Why you really shouldn’t count on solar and wind to power your car

When we are not careful, selective use of the abundance of data available to us can serve to obfuscate an obvious problem. This is what happened in Kepler Cheuvreux’s recently released analysis of the comparative energy returned on capital invested for solar, wind and oil respectively. We are led to believe that the transition from a fossil fuel based transportation network to one based on renewable energy will not just be necessary to avoid a climate catastrophe, but rather, it will prove to be a rational decision from an economic perspective.

The main point KC makes is that a single dollar invested in oil will deliver less final energy used in transportation than a single dollar invested in solar energy or wind energy. Although it is admitted that the gross energy returned on capital invested for oil is higher than for wind and solar energy, the argument is made that the net energy of wind and solar energy is significantly lower. The reason for this is because a combustion engine loses 75 to 80 percent of energy contained in oil in the form of heat. On the other hand, a battery loses an estimated 25 to 30 percent in the conversion process from electricity to chemical energy back to electricity.

The estimated capital cost provided is 3 billion dollar per gigawat. This is an estimate provided to us based on present market conditions. It compares roughly to the 3.6 billion dollar per gigawat cost of solar power projects in 2011.

One issue we have to consider is that solar panel manufacturers enter high debts in an effort to remain competitive. Both the American and the Chinese governments deliver high subsidies to their manufacturers in the form of cheap loans. Chinese subsidies are estimated at between 2.9 and 4.73 percent. This doesn’t however include the indirect subsidies that Chinese solar panels receive. The Chinese government indirectly subsidizes its solar panel production facilities, by paying half the cost of installation in remote places.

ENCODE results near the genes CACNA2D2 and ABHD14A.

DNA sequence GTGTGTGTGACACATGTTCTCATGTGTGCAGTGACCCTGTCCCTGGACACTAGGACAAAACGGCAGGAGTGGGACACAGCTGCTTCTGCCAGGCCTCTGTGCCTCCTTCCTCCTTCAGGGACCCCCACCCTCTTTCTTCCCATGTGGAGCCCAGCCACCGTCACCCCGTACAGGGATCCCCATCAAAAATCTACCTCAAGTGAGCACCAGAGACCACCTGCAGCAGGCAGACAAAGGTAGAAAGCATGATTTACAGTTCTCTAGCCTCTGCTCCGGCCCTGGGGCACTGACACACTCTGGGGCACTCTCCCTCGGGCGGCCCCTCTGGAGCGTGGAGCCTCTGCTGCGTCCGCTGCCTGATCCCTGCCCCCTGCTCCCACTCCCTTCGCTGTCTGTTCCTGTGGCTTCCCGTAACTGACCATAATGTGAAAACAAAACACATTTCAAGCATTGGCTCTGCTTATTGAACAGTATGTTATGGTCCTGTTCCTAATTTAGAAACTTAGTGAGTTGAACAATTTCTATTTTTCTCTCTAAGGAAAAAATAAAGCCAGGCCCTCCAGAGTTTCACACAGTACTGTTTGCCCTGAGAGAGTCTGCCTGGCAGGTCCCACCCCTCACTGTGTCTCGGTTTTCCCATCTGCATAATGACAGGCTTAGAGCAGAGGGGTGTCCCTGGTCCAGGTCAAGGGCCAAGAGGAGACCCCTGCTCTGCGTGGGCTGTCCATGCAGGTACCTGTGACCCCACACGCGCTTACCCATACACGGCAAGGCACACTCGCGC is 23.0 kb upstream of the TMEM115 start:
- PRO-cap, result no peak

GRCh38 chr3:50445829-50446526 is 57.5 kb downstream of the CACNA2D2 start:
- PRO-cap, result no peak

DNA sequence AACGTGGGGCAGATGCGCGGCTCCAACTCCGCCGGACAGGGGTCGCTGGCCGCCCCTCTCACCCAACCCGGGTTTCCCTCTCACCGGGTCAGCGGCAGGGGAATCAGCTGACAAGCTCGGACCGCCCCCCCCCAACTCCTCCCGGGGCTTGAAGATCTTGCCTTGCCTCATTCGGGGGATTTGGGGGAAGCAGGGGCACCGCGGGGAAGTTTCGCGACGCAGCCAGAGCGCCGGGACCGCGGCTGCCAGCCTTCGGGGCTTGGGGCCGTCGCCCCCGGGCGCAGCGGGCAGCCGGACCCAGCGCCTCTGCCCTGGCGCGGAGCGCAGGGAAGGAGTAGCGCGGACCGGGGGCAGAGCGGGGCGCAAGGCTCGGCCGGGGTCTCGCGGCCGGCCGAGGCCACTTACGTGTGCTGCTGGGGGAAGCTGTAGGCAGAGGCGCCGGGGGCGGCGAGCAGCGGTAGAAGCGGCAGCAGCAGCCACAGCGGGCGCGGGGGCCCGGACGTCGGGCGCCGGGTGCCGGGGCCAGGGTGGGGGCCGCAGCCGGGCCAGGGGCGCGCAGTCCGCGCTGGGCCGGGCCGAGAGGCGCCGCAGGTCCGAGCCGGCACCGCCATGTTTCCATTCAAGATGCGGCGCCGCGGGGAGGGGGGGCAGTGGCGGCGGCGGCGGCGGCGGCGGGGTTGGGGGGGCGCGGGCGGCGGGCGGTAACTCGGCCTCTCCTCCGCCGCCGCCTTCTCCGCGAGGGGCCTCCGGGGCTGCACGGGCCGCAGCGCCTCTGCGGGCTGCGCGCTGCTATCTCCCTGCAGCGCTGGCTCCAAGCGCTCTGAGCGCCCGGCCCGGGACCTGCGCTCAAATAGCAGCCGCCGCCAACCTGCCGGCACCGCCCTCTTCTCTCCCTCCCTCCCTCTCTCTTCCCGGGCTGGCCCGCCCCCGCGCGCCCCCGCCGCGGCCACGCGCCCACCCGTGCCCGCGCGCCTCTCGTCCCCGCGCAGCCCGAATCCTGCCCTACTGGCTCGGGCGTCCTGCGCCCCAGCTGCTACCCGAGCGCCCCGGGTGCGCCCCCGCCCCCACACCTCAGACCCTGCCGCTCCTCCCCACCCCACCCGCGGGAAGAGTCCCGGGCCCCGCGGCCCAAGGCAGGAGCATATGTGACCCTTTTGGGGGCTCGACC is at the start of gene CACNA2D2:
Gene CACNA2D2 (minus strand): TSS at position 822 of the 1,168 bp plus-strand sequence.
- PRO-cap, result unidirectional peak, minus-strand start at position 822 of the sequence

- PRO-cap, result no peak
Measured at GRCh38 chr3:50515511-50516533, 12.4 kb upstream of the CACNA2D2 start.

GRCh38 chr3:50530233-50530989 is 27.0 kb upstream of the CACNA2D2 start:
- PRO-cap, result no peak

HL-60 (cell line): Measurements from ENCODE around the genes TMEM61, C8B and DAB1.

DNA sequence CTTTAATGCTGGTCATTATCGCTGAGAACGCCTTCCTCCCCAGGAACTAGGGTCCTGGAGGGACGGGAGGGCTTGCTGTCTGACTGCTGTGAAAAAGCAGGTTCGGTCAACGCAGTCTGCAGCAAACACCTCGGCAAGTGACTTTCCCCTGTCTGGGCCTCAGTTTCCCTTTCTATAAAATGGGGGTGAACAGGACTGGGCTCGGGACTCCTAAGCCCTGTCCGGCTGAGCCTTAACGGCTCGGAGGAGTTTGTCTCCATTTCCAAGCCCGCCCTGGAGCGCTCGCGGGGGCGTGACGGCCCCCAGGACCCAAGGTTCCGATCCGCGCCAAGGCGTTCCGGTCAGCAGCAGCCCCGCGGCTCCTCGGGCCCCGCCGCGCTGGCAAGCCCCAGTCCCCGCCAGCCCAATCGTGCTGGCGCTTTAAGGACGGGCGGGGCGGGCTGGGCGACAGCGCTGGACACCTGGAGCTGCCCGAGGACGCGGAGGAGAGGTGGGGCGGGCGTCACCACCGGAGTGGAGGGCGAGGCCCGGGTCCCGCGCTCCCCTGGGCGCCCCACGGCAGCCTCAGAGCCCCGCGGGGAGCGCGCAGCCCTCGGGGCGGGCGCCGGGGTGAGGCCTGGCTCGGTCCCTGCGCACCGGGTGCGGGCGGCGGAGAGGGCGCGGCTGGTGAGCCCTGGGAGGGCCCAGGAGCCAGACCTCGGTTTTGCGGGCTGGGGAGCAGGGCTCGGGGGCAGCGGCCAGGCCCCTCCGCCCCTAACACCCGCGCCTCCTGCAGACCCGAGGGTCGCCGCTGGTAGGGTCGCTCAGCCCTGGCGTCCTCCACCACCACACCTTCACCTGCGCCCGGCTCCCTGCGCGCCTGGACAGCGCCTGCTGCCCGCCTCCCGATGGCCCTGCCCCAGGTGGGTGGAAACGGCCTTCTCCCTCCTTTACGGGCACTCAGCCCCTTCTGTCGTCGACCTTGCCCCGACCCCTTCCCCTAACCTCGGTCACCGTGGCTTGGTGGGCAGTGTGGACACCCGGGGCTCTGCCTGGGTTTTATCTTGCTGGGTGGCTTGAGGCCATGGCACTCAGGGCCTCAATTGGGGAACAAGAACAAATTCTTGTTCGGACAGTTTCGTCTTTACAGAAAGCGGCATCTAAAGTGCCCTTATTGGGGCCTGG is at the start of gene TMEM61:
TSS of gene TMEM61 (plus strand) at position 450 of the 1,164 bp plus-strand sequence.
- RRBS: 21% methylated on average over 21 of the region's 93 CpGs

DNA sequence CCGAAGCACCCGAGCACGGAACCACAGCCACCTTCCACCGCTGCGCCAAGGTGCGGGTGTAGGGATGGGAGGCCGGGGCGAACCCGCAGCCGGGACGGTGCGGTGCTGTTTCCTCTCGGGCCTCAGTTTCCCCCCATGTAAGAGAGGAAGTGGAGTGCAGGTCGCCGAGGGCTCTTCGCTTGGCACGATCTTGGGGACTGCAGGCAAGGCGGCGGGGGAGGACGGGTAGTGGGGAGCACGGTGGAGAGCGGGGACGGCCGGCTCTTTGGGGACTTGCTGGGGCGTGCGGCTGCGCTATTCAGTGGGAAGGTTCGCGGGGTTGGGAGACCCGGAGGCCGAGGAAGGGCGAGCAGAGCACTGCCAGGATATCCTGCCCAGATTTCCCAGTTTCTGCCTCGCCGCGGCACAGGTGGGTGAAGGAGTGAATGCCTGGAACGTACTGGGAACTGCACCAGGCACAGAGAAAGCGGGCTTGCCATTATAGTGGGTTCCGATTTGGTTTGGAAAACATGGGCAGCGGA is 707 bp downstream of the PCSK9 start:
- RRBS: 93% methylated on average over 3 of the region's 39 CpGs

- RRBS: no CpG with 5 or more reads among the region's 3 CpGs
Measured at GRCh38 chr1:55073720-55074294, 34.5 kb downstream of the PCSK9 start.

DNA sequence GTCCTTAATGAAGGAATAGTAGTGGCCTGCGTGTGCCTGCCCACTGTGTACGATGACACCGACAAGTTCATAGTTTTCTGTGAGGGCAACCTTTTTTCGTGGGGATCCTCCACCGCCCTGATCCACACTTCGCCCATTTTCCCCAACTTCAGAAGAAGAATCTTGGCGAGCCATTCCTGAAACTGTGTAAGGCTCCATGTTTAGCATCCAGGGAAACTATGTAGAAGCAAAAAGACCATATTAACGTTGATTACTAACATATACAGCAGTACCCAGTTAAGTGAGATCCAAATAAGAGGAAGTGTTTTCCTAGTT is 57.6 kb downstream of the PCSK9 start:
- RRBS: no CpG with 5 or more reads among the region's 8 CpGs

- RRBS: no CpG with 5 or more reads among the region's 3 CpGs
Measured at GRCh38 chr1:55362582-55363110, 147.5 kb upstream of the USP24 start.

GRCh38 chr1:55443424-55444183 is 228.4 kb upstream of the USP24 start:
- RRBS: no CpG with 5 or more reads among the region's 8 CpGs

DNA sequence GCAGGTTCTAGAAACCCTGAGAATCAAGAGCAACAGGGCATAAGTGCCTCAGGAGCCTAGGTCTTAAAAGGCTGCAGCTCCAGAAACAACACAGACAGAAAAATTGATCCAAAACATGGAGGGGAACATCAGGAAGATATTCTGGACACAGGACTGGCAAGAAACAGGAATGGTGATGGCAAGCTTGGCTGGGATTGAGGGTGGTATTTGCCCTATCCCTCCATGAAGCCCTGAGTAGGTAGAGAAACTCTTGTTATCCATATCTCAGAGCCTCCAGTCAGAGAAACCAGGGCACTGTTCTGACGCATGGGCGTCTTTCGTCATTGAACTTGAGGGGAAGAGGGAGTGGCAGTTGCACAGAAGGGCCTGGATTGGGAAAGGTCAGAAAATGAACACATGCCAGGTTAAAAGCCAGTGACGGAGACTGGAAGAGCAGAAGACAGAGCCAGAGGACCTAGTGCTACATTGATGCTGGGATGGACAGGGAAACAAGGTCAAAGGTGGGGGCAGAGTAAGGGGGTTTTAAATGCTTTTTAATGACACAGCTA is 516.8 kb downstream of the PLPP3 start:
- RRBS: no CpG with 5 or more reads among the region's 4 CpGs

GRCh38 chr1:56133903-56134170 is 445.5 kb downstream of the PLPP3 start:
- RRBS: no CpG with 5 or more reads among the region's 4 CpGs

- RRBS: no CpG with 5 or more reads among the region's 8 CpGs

Despite all these subsidies, or arguably because of them, 180 solar panel producers will disappear by 2015. If solar panel producers go bankrupt, it’s an indication that solar panels are being sold at prices at which they can not be produced. What we’re interested in discovering is whether solar panels can compete with oil in a fair market. We already know that governments can make a particular decision financially viable that would otherwise be too costly, but such market distortions always have an inevitable cost that is intentionally obscured from us.

One other point important to note is that for solar panels and wind turbines energy return estimates are provided for 2020 and 2035 as well. It is claimed here that the production of solar panels and wind turbines will become less expensive, while the price of oil will simply continue to rise. Although Kepler Cheuvreux has it right on rising oil extraction costs, their analysis seems to completely ignore the reverberations of such rising oil costs on everything else we do. Solar panels from China are shipped to the United States, by ships that require oil. The production of solar panels is also an energy intensive process. If coal prices rise in China, this translates into higher energy costs, which translates into more expensive solar panels. That’s one of the main reasons China right now controls the solar panel business, it can produce the panels at much lower costs.

There are other aspects of the analysis we have to be skeptical of as well. The idea that solar and wind energy are cost-competitive depends on a life expectancy of twenty years. This requires the solar panels produced to be of very high quality. Intense competition between companies just to survive has led many companies to cut corners in the production process. Solar panel defect rates are gradually rising around the world, which can be expected to translate into shorter life expectancies as well.

A significant issue with the analysis is its simplistic estimate of the net energy produced by solar and wind power compared to oil. The net energy estimate for oil is put at 25 percent, while the net energy estimate for renewables is put at 70 percent. What these net energy estimates ignore is the cost we incur while producing the vehicles that utilize the energy in the first place. To produce a hybrid car today costs 7000 dollar more than to produce a regular car. By 2020 it is estimated this difference will still be 4000 dollar. These are more up front capital investments that are not incorporated into the analysis.